Epithelioid mesothelioma is the most common cell subtype of asbestos-caused cancer.
- The epithelioid cell type accounts for the majority (70%) of mesothelioma cases and is the most treatable.
- Epithelioid mesothelioma cells grow and spread predominantly by local expansion into surrounding tissue and organs.
- Treatment usually includes a combination of radical surgery, pemetrexed and cisplatin chemotherapy, and radiation therapy (trimodal therapy).
- Response to treatment and median survival for epithelioid mesothelioma is the best of the 3 cell types, generally between 18 and 24 months. More than 80% of patients live beyond 12 months.
Mesothelial cells are a normal, specialized type of epithelial cell that form the membranes that line the chest cavity and all of its contents, including the lungs. Mesothelioma is so named because it results from the mutation of normal mesothelial cells into cancer cells that are then able to grow and spread. The epithelioid cell type (not to be confused with normal epithelial cells) is one of two main mesothelioma cell types and a third that is a combination of the two. The epithelioid form is the most common mesothelioma cell type, usually accounting for as many as 70% of all cases.
Epithelioid Cell Characteristics
- Elongated oval, tubular, or egg-shaped with visible nuclei
- Fast division and tumor growth, but slow metastasis because of their tendency to stick together
- More common in pleural mesothelioma than peritoneal mesothelioma
- Spread mostly to nearby lymph nodes
The human body contains normal epithelial tissue and cells which are responsible for things like protection, sensory perception, and fluid secretion. The structure of these cells varies depending on location in the body. When these cells mutate into cancer cells, they are called epithelioid cells. The epithelioid cell type is so named because the mesothelioma cells have similar appearance to the epithelial cell line from which mesothelial cells develop. Under the microscope they typically appear square to slightly elongated and the nucleus is readily visible. These cells tend to clump together as they spread and, compared to other cell types, are less likely to metastasize. Mesothelioma epithelioid cells must be tested carefully since they may resemble other serious malignancies in the chest, especially breast, lung, and metastatic cancer of the colon.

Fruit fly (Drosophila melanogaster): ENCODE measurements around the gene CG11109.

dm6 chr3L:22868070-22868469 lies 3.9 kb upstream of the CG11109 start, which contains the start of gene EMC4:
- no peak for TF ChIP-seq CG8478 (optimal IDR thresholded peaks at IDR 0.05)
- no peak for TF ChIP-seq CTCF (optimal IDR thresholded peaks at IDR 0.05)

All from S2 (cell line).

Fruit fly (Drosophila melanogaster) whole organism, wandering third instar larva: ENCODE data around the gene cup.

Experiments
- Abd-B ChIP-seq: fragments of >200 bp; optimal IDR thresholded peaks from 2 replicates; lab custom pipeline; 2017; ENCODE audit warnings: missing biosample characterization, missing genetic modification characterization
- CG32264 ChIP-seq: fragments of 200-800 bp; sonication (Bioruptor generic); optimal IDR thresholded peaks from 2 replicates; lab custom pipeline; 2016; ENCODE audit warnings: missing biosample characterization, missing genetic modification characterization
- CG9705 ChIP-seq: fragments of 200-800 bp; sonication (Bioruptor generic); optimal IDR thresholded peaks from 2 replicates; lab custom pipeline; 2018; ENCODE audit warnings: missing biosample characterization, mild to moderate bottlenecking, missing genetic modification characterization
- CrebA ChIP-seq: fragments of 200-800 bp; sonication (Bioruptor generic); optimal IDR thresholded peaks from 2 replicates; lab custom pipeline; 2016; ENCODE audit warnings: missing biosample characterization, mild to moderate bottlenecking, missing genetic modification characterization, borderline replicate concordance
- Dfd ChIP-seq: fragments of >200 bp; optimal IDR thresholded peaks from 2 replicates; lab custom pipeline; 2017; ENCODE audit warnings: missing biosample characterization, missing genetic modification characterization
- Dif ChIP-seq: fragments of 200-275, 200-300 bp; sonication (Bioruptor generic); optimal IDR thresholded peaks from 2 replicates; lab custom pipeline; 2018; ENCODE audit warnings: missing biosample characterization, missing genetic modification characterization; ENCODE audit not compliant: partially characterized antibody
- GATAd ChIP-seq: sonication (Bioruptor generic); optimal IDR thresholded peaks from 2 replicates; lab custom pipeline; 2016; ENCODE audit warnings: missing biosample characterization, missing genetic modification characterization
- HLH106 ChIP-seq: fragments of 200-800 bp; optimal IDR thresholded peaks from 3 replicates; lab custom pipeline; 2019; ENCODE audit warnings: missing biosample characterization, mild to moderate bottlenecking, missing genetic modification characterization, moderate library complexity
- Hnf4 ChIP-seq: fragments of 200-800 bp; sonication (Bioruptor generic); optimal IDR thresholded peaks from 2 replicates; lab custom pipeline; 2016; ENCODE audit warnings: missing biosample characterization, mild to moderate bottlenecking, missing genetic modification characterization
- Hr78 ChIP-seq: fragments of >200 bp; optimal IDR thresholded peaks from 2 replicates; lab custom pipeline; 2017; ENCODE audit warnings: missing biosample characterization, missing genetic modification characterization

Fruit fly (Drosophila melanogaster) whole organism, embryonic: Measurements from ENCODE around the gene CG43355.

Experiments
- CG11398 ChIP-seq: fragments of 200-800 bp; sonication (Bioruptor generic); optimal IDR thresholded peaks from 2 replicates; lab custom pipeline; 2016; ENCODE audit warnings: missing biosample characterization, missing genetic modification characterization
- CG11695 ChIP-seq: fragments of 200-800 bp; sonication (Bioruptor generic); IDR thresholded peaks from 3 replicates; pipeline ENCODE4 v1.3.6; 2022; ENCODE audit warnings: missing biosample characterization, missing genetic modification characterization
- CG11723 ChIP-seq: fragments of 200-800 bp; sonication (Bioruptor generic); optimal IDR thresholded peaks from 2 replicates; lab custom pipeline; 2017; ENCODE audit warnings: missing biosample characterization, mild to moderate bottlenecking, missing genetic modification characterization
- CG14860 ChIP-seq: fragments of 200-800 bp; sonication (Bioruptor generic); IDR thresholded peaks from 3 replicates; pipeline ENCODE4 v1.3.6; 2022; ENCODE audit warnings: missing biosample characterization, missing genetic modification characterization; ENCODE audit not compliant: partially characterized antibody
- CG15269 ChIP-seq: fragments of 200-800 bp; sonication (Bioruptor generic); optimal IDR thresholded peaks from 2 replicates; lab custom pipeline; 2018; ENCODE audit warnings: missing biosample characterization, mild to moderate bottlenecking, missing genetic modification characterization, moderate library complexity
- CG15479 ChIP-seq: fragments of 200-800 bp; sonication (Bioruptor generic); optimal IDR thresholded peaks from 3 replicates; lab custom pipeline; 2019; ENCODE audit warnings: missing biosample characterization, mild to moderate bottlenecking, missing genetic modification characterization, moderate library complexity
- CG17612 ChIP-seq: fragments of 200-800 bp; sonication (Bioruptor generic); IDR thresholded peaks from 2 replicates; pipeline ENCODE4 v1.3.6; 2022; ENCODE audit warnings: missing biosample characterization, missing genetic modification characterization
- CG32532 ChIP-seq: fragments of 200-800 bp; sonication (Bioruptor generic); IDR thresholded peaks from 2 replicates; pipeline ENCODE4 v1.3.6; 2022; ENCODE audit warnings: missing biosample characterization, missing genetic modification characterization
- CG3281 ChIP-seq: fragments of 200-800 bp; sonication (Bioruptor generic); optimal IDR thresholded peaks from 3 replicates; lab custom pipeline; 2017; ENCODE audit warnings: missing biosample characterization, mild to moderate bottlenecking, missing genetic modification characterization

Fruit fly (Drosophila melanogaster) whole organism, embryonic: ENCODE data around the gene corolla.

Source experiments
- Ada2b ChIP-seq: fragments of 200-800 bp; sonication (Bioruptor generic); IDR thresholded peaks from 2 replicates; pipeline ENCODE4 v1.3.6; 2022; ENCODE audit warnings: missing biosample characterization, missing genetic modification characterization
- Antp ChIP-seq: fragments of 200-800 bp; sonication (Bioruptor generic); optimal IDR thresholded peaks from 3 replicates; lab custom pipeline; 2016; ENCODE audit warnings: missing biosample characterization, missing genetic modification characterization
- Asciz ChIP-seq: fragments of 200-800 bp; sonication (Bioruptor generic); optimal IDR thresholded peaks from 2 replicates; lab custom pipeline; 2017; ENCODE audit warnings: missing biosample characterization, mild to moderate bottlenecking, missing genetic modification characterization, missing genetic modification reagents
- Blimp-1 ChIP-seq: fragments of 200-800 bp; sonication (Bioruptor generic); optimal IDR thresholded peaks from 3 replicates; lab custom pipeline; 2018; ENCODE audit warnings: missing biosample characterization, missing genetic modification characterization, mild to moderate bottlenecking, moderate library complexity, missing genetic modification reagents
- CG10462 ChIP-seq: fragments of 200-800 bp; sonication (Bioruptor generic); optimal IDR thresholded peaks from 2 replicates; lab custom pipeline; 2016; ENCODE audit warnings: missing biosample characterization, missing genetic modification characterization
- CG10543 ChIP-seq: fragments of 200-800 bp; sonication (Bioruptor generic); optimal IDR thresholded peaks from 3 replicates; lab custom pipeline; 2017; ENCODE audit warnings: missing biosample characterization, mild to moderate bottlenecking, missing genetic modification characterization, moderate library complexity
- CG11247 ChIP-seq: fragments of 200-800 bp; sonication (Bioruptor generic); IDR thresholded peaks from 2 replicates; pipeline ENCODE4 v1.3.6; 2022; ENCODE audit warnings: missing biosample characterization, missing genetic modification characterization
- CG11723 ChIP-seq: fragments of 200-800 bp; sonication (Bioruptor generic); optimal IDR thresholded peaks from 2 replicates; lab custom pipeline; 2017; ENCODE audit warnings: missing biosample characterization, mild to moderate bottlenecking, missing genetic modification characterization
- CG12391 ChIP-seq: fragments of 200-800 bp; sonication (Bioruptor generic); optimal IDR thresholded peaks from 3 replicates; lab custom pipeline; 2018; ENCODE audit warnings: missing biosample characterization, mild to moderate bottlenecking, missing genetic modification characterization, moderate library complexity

Epithelioid Cell Mesothelioma Has Five Subtypes
There are a number of epithelioid cell subtypes that have different physical characteristics, meaning they may also respond differently to certain treatments. Subtypes include:
- Adenoid — This subtype may be found in all types of mesothelioma and may also mimic other tumors, making diagnosis difficult.
- Small Cell — Common in peritoneal mesothelioma patients, this cell subtype has distinct shape patterns, can be mistaken for small cell lung cancer, and is notoriously difficult to treat.
- Cystic — This subtype is rare and usually found in peritoneal mesothelioma patients, more commonly in women than in men.
- Papillary — A less aggressive subtype, papillary cell mesothelioma is rare and also usually found in the peritoneum.
- Deciduoid — Rarely found in pleural mesothelioma, deciduoid cells are found in 50% of peritoneal mesothelioma cases.
Diagnosis of Epithelioid Cell Mesothelioma
The epithelioid cell type resembles cell types found in other cancers, including adenocarcinoma and breast cancer. Symptoms of epithelioid mesothelioma may include:
- Shortness of breath
- Chest pain or tightness
- Fluid buildup (pleural effusion)
For diagnosis, a doctor will use radiology or pathology exams to look for malignant mesothelioma cells. When a radiological evaluation and/or laboratory test identifies or is suspicious for mesothelioma, an evaluation of tumor tissue is performed and the doctor may ask about any history of asbestos exposure. A sample of the tumor is usually obtained by a biopsy.